We interviewed Extremely Together Young Leaders Jonah and Hassan on the importance of interfaith dialogue in preventing violent extremism and how to encourage productive discussions.
Jonah set up the Tolerance Academy, a peacebuilding boot camp in Nigeria. The academy encourages interfaith and intercultural dialogue by setting up clubs in schools and creating an educational platform for youth to learn how to diminish their prejudices.
Hassan is the co-founder of the peacebuilding organisation Uganda Muslim Youth Development Forum (UMYDF) in Uganda. The UMYDF promotes pluralism and tolerance through dialogues, training and interfaith activities, and research and advocacy.
What does ‘interfaith’ mean?
Jonah: First, I will tell you what interfaith is not, which will help explain what it is. It is not a competition between Islam and Christianity. It is not between Catholic and Sunnis; neither is it a contest between Shia and Pentecostal. It is not a debate between Anglican and Tijanyyaa. It is not a measure of faith superiority. Interfaith is the positive reinforcement of relationships among all faiths as a social contract between them and their communities.
Interfaith is the positive reinforcement of relationships among all faiths
Why is interfaith harmony so important to you?
Jonah: For me, I grew up as a Christian, trained by Muslim families. When I was ten, I went to open forums where Imams (Muslim clergy/religious leaders in mosques, the Islamic place of worship, and in Muslim communities) and other religious leaders would speak. However, instead of dialogue, they would try to convert people to their beliefs.
This experience showed me that open communication is essential to ensure that learnings cannot be manipulated or be prejudiced. This was ultimately the reason I set up the Tolerance Academy.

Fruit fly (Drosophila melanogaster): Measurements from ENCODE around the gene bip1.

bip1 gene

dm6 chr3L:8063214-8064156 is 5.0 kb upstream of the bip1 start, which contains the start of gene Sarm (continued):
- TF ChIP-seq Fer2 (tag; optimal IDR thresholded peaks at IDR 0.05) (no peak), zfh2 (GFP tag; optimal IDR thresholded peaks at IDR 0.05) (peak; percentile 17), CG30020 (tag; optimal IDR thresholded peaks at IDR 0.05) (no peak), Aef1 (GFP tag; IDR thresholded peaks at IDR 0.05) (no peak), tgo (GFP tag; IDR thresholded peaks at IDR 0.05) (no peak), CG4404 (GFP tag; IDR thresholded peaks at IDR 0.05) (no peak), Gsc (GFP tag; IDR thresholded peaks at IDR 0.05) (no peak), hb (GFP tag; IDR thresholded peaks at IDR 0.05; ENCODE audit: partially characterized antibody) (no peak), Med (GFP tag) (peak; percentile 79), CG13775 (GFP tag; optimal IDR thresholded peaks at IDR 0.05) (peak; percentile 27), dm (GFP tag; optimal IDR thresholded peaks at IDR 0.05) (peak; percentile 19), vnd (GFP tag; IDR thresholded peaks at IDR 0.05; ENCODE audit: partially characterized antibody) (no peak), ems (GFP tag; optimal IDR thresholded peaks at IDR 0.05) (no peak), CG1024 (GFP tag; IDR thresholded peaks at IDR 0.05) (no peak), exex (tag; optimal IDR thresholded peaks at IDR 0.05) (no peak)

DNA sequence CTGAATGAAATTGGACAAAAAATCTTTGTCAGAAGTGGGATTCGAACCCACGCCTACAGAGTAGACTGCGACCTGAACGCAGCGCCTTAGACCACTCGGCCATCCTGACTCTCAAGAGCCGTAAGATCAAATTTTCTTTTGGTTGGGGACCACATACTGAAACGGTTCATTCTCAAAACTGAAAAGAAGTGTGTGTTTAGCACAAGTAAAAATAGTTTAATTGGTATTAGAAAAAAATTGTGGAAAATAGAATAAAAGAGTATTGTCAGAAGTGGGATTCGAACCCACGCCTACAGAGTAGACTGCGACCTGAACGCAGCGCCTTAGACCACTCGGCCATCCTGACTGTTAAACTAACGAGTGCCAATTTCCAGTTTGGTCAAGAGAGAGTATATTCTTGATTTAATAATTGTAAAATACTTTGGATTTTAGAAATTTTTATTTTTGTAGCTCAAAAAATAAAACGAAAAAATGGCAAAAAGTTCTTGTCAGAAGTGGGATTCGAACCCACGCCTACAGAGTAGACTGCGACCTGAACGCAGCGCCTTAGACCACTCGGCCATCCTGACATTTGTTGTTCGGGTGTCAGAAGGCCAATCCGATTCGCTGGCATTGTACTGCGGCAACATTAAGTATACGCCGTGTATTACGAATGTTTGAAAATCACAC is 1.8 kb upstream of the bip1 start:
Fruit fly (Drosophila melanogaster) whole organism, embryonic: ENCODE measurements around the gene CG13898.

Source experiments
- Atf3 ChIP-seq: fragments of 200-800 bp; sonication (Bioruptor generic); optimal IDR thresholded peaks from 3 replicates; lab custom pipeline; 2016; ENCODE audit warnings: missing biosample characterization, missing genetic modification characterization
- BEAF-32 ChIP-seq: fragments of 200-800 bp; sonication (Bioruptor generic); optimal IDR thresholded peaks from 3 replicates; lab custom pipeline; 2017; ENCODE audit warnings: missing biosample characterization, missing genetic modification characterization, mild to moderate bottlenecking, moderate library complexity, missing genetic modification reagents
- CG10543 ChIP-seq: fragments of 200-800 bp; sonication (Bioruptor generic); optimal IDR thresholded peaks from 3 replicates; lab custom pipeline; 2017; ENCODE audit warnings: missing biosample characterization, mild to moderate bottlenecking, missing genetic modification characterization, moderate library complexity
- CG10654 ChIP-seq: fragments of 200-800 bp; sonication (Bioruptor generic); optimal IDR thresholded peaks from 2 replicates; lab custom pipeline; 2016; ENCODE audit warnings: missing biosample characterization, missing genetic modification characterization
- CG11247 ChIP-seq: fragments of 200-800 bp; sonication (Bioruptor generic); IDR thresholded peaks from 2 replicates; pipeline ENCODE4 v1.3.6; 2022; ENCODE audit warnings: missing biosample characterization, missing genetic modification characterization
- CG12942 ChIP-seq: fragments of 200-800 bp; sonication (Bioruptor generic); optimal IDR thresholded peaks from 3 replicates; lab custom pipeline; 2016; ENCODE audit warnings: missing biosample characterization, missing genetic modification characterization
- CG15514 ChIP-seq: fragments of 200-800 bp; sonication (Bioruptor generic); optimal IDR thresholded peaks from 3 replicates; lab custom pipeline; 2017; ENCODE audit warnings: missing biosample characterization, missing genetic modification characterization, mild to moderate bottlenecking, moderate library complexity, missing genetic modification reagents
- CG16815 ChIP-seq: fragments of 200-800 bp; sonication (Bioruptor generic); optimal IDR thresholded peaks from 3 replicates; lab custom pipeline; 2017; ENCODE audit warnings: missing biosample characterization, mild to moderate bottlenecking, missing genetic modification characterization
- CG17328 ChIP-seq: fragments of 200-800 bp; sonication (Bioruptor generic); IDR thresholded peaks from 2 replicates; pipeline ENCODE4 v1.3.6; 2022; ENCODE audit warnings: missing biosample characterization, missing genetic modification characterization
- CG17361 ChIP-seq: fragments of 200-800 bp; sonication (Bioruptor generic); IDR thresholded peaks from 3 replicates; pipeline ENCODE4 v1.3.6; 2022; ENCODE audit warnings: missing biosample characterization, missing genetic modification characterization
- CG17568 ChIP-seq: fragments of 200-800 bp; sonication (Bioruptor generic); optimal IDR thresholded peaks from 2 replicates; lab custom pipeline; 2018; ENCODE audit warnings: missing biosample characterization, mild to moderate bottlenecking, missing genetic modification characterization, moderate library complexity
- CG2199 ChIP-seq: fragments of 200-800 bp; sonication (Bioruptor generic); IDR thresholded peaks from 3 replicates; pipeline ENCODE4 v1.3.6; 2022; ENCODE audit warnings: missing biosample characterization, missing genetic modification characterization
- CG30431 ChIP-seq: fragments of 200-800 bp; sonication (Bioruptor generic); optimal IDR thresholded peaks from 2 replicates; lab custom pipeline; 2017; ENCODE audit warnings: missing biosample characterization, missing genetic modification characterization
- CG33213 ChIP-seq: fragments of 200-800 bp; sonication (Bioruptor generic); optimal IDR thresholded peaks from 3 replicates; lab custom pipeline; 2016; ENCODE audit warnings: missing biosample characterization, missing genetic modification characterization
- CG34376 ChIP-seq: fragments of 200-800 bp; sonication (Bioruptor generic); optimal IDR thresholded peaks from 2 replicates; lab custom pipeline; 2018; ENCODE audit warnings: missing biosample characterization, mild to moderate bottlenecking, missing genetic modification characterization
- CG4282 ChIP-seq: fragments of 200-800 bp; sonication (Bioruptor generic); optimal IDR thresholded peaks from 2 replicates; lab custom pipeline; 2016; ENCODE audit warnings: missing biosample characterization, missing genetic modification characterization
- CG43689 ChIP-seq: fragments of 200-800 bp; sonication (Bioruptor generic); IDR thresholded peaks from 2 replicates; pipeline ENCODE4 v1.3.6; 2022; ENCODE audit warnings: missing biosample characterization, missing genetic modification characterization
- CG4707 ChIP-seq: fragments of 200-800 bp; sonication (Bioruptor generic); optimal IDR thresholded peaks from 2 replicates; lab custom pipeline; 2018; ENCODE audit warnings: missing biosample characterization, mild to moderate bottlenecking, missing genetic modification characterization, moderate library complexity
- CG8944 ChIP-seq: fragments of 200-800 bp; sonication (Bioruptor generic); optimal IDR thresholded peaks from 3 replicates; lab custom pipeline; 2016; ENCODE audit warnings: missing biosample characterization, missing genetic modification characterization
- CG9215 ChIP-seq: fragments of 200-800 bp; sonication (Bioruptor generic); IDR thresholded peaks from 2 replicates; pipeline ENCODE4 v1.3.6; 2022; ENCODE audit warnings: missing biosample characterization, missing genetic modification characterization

Hassan: In 2010, there was a bombing at the Kyadondo Rugby grounds. I was there with friends watching Spain play Holland in the World Cup Final. The blast killed 74 people and injured over 75 more. In the days following the attack, I saw that people were blaming Muslims. We set up the UMYDF in response to these negative prejudiced messages, rather than letting events like the Kyadondo bombing drive a further wedge between the different faith communities in Uganda.
If someone wants to start an interfaith dialogue, what do they need to know?
Jonah: Before starting an interfaith dialogue, everyone must be open-minded about their own religion and beliefs. This ensures the starting place is one of tolerance and that people are open to learning about others. Additionally, it is vital to be mindful of the labels and terminology you use for your events and interventions. I see that terms such as ‘Countering Violent Extremism’ cause discomfort and raises the arm for security threats, particularly as this term means different things to different people.
Hassan: I agree. Furthermore, it is crucial to create an environment where everyone feels comfortable. In some of our interfaith dialogues, we have had religious sects that are relatively isolated. Before starting, we consider everyones ‘comfort zones.’ We realised it was essential to those who are isolated that we limit any music in the background, which meant they felt more content and thus happy to participate.
Additionally, both Jonah and I see that teaching activists how to lead interfaith dialogues and activities is just as important. We want to ensure dialogue leaders have a sufficient understanding of all doctrines and can use this knowledge to navigate their own biases and participants’ biases.